Today marks a turning point for either the Republican Party or the Obama Administration and the Democrats. Both sides of the aisle will participate in a “bipartisan” health care summit. President Obama was billed the summit as an opportunity to “seek common ground” on legislation that will reign in health care’s soaring costs.
President Obama and his Administration released a framework proposal on which today’s summit will focus. Nevertheless, the controversy has mounted around the rumors that the Democrats might resort to a parliamentary tactic called “reconciliation.”
These rumors have spurred critics, for example, Georgia Rep. Tom Price says, “I’m not certain what the White House is up to, but it appears they are trying to meld a bill together without, again, any input from Republicans. It doesn’t sound like bipartisanship…I’m afraid it’s just another photo op.”
This summit will be pivotal as both parties seek to gain an advantage heading into the 2010-midterm elections. Centrist Democrats, especially ones in the House, will face a tough decision at the end of the day. Public sentiment is not in favor of health care reform and you can guarantee that the Republicans will cite votes on the health care legislation in their ads and mail pieces against Democrats in “toss-up” districts.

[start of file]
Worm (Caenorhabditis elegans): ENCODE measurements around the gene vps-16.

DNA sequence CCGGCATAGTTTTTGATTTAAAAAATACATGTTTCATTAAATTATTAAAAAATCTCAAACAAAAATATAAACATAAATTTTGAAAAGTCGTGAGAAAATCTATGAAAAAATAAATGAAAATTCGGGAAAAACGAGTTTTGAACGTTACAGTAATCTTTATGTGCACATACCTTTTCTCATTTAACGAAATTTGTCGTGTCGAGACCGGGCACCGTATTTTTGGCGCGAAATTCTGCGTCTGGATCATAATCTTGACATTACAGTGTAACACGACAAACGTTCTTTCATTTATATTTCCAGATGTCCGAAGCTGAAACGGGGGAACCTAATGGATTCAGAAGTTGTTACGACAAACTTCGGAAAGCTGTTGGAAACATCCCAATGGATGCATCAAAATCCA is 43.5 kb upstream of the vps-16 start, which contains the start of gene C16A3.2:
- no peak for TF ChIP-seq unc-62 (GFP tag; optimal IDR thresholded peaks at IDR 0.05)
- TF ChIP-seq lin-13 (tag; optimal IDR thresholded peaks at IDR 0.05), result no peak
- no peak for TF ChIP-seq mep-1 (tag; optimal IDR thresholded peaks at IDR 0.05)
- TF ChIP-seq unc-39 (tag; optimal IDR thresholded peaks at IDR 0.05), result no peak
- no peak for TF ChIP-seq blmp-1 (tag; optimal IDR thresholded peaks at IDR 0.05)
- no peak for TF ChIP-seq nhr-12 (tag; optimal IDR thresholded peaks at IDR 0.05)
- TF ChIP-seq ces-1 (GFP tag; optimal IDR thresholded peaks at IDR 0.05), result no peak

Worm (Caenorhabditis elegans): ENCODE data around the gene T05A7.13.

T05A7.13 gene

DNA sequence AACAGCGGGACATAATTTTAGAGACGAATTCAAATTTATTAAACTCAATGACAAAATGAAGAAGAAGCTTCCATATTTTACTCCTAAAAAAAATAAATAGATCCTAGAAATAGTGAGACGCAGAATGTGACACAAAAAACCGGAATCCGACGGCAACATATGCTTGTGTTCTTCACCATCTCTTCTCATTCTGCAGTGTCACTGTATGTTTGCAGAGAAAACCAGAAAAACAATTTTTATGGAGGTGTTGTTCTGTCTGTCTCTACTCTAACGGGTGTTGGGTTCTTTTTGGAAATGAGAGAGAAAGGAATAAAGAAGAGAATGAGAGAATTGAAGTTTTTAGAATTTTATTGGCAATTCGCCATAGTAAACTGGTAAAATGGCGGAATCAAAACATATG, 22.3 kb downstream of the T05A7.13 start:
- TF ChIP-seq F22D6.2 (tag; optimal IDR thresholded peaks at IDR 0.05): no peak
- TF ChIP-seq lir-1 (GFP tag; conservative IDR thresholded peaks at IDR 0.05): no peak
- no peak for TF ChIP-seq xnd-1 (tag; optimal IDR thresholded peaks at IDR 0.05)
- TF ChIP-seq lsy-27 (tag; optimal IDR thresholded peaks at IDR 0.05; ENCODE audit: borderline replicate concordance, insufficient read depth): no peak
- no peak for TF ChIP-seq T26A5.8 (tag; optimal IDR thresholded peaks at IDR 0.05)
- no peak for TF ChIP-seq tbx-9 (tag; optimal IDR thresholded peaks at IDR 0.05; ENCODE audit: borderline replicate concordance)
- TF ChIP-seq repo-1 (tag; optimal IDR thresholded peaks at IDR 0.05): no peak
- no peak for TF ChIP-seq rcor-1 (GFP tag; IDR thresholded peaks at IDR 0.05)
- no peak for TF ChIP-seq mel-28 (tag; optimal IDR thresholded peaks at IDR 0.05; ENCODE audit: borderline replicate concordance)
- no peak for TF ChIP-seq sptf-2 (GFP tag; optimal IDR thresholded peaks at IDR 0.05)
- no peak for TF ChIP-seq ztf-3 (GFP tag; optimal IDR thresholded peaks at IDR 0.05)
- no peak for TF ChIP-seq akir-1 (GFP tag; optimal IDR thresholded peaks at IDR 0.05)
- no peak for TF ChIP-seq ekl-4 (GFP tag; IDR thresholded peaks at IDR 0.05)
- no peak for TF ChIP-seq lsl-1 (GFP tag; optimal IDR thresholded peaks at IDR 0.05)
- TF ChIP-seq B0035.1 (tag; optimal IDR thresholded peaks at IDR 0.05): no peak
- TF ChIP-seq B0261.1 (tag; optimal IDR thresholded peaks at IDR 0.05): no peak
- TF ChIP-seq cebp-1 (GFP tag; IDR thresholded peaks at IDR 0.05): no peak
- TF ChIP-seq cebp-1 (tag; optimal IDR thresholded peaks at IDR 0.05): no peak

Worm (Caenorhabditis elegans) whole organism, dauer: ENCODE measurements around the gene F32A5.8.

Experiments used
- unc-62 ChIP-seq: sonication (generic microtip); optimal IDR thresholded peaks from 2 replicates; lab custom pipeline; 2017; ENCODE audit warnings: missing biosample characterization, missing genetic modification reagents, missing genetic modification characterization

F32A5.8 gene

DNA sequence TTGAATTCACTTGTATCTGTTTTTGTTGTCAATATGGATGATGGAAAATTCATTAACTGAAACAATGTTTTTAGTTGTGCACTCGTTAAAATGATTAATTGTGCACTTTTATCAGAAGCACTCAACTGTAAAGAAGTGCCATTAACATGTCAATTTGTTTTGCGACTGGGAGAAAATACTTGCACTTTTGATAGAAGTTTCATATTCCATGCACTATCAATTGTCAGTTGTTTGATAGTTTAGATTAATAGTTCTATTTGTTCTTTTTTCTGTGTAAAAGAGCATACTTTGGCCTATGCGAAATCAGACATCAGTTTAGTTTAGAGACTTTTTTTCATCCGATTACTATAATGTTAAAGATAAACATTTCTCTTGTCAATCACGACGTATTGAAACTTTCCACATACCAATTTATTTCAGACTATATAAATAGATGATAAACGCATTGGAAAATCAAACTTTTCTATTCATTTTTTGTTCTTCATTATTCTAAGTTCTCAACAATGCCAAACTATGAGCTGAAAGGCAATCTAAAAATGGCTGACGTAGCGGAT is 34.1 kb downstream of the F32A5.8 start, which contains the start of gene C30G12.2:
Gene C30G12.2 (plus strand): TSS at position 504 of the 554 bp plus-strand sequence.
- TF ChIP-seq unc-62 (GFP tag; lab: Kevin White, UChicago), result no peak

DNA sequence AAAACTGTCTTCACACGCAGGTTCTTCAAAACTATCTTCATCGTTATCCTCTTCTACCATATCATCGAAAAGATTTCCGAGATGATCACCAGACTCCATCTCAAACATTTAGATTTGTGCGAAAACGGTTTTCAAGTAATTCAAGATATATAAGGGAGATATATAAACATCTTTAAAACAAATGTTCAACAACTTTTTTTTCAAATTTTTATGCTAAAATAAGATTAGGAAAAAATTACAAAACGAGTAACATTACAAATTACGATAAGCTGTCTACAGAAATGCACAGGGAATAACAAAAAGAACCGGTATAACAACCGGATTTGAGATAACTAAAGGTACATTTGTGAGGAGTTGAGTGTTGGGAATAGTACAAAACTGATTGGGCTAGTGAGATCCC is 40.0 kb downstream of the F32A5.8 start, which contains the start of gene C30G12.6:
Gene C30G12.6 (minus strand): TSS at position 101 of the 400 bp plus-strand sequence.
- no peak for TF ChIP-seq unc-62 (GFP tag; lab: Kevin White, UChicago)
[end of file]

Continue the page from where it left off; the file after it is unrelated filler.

For Democrats, this legislative victory is imperative to stop the bleeding of losses in Virginia, New Jersey and Massachusetts. Democrats recognize that many of the proposals that President Obama campaigned on in 2008 are uncertain if the midterms do not shape up in their favor.
I, for one, will be watching the summit and following the conversation on Twitter to see how it shapes up. The real question is whether this summit is truly an attempt at bipartisanship by either party or just a photo op with a sound bite of “gotcha” at the end of the day.
Let us know what you think after the summit concludes. In your opinion, is the summit just political show or a chance for real reform?